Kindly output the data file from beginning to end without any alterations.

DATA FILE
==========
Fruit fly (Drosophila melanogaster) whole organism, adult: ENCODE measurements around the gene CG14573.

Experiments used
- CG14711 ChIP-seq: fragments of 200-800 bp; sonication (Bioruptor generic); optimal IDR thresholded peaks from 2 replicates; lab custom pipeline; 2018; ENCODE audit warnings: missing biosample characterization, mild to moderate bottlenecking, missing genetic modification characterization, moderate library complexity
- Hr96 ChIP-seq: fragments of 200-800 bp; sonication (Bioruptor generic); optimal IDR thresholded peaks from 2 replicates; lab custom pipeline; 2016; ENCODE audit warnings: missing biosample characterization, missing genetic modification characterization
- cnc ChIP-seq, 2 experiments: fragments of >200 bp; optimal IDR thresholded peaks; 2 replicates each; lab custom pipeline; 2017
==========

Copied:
Fruit fly (Drosophila melanogaster) whole organism, adult: ENCODE measurements around the gene CG14573.

Experiments used
- CG14711 ChIP-seq: fragments of 200-800 bp; sonication (Bioruptor generic); optimal IDR thresholded peaks from 2 replicates; lab custom pipeline; 2018; ENCODE audit warnings: missing biosample characterization, mild to moderate bottlenecking, missing genetic modification characterization, moderate library complexity
- Hr96 ChIP-seq: fragments of 200-800 bp; sonication (Bioruptor generic); optimal IDR thresholded peaks from 2 replicates; lab custom pipeline; 2016; ENCODE audit warnings: missing biosample characterization, missing genetic modification characterization
- cnc ChIP-seq, 2 experiments: fragments of >200 bp; optimal IDR thresholded peaks; 2 replicates each; lab custom pipeline; 2017